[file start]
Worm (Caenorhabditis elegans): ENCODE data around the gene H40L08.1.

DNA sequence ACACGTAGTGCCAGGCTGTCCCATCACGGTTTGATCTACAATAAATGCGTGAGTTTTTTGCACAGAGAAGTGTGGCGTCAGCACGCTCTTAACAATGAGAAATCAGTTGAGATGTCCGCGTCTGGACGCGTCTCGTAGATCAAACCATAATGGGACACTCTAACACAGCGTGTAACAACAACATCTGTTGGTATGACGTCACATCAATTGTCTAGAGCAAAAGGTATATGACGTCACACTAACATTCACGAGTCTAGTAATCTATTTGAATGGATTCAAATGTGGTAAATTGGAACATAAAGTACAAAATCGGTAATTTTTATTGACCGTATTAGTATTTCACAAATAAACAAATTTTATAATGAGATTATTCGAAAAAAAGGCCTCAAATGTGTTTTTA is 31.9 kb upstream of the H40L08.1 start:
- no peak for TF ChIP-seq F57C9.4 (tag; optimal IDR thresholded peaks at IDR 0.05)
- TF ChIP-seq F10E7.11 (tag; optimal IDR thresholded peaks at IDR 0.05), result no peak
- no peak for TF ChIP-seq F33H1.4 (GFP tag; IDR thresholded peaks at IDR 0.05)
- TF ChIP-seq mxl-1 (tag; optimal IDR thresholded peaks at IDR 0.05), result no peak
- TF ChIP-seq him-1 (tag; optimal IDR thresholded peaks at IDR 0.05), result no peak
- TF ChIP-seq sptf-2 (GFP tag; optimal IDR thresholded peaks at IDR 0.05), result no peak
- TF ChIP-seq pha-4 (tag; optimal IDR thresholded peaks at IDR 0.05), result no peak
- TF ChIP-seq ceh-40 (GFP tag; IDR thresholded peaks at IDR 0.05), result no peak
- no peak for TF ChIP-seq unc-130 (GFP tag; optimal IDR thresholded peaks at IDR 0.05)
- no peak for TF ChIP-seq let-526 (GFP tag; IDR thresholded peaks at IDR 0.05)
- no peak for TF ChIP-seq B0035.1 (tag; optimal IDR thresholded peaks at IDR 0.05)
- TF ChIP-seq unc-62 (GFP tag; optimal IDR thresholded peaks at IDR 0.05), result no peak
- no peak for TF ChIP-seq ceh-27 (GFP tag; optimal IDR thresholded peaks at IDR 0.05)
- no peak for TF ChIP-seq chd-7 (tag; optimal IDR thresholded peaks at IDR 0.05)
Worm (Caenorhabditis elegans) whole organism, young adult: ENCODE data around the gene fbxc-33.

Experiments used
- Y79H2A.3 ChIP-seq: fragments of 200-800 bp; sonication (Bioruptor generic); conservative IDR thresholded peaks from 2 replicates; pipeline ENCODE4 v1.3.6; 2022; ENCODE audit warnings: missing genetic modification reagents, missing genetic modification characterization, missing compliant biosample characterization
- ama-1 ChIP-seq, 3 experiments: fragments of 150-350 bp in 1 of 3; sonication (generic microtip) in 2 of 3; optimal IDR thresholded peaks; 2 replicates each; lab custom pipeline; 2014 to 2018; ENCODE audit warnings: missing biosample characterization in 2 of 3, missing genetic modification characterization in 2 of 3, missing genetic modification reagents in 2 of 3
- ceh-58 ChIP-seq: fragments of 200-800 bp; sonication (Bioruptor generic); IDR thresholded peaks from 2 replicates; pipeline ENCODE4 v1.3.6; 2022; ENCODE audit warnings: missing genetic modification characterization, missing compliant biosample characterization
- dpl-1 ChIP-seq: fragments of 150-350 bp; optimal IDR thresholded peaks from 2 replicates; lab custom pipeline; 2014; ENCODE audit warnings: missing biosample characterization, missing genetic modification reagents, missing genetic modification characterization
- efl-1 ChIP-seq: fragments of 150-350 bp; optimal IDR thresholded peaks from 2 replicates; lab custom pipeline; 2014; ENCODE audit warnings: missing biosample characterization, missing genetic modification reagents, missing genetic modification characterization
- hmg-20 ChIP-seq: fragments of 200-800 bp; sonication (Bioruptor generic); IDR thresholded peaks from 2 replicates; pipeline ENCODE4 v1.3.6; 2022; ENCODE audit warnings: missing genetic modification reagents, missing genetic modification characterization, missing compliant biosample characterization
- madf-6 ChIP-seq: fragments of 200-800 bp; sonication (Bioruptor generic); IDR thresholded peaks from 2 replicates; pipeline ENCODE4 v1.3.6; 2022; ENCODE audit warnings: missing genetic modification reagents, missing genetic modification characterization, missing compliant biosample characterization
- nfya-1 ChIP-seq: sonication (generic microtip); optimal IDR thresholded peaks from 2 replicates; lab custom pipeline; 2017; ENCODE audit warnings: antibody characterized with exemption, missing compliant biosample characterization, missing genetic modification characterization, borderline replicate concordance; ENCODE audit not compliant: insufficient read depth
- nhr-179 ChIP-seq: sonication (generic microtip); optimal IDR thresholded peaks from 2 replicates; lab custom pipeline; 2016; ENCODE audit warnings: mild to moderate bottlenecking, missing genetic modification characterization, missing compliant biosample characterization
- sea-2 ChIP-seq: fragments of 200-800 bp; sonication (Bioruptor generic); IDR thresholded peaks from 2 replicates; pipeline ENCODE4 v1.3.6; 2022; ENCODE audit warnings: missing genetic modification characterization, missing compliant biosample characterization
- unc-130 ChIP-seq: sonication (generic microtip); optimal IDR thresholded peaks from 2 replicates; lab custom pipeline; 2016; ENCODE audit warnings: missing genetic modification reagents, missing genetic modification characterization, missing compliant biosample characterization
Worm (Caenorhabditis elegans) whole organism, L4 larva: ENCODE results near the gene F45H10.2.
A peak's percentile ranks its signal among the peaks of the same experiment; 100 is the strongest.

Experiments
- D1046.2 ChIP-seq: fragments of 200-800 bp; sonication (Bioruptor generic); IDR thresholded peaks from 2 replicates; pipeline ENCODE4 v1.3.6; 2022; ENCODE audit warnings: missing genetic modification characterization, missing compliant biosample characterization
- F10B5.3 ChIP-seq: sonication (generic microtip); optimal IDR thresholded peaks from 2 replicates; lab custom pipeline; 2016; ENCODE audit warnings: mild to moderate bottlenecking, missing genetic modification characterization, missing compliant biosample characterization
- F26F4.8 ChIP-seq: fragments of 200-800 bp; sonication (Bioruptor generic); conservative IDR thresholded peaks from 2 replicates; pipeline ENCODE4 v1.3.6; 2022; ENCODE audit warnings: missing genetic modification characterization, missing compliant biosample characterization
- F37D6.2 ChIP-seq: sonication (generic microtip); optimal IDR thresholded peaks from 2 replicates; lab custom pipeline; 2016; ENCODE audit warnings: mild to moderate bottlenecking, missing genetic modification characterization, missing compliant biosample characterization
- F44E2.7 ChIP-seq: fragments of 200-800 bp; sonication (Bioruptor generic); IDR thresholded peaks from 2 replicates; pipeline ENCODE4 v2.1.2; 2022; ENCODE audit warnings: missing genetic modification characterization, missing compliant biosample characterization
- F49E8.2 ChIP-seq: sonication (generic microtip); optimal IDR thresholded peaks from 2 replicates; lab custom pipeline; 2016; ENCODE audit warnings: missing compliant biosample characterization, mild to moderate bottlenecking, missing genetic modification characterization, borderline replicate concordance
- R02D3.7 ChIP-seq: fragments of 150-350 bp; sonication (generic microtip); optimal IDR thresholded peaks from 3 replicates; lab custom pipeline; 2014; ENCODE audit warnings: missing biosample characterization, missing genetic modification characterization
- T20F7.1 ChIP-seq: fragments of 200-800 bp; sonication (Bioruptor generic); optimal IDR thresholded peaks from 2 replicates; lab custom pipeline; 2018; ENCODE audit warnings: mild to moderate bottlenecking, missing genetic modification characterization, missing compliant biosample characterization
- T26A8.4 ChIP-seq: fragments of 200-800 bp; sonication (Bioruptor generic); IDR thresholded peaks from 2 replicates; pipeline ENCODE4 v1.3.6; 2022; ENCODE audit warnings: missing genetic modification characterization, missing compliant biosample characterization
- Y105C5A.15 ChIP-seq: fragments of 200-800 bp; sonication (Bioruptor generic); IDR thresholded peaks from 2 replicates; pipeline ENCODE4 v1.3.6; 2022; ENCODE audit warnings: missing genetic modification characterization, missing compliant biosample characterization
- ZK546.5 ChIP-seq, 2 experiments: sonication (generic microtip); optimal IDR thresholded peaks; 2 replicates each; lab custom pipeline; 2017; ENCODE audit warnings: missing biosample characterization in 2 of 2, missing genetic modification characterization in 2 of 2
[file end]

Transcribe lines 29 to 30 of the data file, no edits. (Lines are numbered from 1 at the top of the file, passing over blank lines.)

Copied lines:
- unc-130 ChIP-seq: sonication (generic microtip); optimal IDR thresholded peaks from 2 replicates; lab custom pipeline; 2016; ENCODE audit warnings: missing genetic modification reagents, missing genetic modification characterization, missing compliant biosample characterization
Worm (Caenorhabditis elegans) whole organism, L4 larva: ENCODE results near the gene F45H10.2.